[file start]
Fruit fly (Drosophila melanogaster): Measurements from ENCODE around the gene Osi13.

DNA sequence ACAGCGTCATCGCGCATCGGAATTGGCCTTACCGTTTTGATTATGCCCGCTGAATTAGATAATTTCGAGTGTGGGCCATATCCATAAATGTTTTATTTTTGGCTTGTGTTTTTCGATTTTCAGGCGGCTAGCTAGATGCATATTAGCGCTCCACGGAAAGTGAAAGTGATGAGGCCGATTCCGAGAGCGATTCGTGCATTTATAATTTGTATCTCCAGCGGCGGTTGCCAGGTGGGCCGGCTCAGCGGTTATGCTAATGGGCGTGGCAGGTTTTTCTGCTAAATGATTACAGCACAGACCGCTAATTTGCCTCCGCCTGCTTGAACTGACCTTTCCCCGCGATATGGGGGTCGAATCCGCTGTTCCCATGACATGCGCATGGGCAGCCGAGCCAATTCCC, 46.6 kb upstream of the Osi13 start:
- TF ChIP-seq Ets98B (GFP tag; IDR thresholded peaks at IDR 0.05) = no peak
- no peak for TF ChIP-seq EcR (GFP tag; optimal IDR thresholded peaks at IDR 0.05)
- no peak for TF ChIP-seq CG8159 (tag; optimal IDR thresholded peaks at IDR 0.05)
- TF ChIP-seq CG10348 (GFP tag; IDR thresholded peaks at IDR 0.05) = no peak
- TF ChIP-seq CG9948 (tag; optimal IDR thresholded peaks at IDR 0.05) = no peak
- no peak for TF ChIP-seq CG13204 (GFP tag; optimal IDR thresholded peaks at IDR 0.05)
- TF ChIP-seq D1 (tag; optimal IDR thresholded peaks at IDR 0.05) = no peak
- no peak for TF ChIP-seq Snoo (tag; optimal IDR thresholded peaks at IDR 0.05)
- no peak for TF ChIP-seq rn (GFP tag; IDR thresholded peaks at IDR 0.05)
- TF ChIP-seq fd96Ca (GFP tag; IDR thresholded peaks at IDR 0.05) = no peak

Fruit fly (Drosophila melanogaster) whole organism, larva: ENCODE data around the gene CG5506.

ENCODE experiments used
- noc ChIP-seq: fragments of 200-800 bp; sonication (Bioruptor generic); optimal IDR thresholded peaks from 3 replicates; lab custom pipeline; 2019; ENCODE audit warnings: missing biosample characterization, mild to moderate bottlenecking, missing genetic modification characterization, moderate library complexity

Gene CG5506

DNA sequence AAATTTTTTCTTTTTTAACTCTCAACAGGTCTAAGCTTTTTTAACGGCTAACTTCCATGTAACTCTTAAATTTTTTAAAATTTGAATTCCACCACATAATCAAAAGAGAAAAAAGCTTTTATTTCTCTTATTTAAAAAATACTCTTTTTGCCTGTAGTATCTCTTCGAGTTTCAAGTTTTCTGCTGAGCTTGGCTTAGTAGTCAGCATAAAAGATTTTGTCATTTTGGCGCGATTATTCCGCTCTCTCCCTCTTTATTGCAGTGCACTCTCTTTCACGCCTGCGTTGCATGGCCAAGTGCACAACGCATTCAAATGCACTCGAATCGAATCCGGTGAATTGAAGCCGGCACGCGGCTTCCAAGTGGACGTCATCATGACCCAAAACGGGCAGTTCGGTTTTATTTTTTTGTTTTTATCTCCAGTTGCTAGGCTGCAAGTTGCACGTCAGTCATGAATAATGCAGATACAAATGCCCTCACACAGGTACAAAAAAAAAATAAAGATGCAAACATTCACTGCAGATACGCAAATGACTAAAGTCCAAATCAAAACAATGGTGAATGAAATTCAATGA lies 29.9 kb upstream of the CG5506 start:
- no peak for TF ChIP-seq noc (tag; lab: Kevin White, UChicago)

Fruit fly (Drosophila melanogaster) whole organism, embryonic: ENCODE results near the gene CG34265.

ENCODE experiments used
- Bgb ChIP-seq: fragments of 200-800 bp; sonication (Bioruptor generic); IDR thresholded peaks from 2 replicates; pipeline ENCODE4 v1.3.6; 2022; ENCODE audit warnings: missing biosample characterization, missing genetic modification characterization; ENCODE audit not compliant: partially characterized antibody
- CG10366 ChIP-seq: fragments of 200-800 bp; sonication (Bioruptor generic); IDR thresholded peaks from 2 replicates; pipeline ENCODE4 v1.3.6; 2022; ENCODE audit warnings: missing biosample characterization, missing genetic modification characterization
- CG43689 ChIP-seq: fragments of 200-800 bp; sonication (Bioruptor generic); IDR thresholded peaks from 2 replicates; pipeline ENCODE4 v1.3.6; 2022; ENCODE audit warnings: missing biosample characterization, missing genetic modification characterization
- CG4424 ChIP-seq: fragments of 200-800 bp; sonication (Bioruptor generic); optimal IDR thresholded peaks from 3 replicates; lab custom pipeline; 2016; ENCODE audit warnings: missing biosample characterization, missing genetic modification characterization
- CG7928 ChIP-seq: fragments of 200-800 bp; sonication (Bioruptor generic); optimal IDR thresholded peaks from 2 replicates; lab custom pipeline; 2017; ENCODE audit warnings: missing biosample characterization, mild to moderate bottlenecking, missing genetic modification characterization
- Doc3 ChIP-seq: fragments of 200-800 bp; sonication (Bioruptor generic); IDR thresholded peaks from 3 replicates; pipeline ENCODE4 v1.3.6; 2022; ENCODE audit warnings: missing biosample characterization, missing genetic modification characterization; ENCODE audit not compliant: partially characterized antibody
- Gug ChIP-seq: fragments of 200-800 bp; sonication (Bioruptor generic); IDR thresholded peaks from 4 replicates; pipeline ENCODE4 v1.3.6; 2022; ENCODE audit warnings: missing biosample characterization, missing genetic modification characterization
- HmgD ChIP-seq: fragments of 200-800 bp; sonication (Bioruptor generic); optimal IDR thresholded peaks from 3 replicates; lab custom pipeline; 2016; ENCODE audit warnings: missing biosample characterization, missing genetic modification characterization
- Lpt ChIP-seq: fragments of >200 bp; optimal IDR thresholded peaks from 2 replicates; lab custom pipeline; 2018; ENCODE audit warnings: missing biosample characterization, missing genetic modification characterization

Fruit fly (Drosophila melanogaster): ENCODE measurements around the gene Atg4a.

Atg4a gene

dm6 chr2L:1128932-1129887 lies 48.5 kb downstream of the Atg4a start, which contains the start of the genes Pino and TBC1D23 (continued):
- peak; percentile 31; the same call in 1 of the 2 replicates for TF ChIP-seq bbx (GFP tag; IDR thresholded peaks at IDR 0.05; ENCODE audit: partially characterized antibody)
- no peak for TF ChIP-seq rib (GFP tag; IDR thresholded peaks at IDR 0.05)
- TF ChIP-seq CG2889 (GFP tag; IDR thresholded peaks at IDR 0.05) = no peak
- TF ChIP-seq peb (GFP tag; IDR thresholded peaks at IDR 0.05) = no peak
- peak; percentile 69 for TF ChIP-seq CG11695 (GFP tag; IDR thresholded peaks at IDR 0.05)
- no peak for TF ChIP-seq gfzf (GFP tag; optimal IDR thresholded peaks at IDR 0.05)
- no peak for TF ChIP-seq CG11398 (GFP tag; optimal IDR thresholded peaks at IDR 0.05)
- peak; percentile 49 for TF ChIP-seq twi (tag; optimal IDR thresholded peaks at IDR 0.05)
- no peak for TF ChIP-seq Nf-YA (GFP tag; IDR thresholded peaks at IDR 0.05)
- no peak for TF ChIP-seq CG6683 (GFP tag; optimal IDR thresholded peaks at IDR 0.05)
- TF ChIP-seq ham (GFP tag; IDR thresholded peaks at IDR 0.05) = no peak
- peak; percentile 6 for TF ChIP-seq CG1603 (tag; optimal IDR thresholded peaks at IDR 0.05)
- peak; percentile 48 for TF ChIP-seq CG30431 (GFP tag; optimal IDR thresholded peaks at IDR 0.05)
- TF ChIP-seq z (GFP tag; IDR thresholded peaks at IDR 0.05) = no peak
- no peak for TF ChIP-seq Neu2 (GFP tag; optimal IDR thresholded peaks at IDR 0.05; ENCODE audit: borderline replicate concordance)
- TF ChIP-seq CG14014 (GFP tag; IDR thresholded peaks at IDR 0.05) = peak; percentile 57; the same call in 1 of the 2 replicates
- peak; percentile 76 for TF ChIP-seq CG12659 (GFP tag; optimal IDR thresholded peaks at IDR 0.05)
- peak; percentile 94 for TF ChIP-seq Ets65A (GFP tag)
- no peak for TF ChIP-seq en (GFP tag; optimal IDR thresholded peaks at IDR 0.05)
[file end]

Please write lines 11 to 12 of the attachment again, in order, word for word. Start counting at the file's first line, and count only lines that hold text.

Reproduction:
- no peak for TF ChIP-seq rn (GFP tag; IDR thresholded peaks at IDR 0.05)
- TF ChIP-seq fd96Ca (GFP tag; IDR thresholded peaks at IDR 0.05) = no peak